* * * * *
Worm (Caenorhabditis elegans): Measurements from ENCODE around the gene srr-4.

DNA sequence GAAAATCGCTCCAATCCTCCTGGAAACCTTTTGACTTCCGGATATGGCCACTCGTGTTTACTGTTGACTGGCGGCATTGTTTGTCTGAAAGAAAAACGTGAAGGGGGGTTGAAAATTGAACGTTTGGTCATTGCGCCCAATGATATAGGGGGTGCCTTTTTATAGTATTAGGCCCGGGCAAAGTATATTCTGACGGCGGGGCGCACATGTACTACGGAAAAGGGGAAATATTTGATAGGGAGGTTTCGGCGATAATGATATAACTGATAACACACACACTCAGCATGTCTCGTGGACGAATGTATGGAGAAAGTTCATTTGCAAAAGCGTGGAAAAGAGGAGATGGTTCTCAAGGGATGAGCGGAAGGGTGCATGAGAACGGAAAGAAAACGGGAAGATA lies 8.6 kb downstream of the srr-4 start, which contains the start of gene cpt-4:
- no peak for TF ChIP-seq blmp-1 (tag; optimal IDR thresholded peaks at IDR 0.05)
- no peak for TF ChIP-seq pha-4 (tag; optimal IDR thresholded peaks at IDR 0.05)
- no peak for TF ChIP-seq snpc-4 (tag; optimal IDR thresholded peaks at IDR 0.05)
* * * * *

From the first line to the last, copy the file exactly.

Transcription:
Worm (Caenorhabditis elegans): Measurements from ENCODE around the gene srr-4.

DNA sequence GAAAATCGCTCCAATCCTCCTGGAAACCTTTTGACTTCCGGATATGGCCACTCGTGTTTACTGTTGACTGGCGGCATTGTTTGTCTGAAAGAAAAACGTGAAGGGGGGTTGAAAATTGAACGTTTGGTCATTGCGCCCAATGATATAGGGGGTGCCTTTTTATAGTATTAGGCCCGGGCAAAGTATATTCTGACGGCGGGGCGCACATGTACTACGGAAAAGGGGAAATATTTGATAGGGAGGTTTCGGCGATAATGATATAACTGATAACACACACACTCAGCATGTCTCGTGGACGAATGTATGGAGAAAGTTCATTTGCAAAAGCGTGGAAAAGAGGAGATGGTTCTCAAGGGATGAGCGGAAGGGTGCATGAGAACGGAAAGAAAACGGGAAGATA lies 8.6 kb downstream of the srr-4 start, which contains the start of gene cpt-4:
- no peak for TF ChIP-seq blmp-1 (tag; optimal IDR thresholded peaks at IDR 0.05)
- no peak for TF ChIP-seq pha-4 (tag; optimal IDR thresholded peaks at IDR 0.05)
- no peak for TF ChIP-seq snpc-4 (tag; optimal IDR thresholded peaks at IDR 0.05)